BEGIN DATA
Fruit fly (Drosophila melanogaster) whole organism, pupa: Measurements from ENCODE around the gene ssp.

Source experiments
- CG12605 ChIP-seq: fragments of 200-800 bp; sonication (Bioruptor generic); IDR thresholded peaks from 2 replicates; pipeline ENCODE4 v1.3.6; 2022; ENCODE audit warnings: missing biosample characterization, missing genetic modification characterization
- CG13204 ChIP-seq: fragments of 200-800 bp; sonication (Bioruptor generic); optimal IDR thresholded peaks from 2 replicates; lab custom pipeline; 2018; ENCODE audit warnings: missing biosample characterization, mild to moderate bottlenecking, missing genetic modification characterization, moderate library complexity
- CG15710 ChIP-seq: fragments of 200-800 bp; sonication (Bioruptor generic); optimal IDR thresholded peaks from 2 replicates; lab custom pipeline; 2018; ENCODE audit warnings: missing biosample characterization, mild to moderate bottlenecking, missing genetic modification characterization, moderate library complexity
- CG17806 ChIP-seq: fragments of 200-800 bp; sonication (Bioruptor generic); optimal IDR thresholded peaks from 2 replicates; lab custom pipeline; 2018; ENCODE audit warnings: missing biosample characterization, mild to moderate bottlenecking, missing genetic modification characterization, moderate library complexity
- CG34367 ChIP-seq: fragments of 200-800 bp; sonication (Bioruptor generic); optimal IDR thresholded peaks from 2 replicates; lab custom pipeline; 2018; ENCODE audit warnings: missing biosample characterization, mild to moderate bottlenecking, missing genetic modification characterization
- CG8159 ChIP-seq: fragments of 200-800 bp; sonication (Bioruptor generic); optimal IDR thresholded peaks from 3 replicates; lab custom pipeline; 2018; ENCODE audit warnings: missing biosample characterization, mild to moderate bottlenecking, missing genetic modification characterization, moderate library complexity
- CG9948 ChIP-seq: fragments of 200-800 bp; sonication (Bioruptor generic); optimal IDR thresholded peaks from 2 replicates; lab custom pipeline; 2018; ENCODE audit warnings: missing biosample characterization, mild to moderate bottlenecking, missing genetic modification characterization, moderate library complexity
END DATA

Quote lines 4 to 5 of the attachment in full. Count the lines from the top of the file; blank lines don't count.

- CG13204 ChIP-seq: fragments of 200-800 bp; sonication (Bioruptor generic); optimal IDR thresholded peaks from 2 replicates; lab custom pipeline; 2018; ENCODE audit warnings: missing biosample characterization, mild to moderate bottlenecking, missing genetic modification characterization, moderate library complexity
- CG15710 ChIP-seq: fragments of 200-800 bp; sonication (Bioruptor generic); optimal IDR thresholded peaks from 2 replicates; lab custom pipeline; 2018; ENCODE audit warnings: missing biosample characterization, mild to moderate bottlenecking, missing genetic modification characterization, moderate library complexity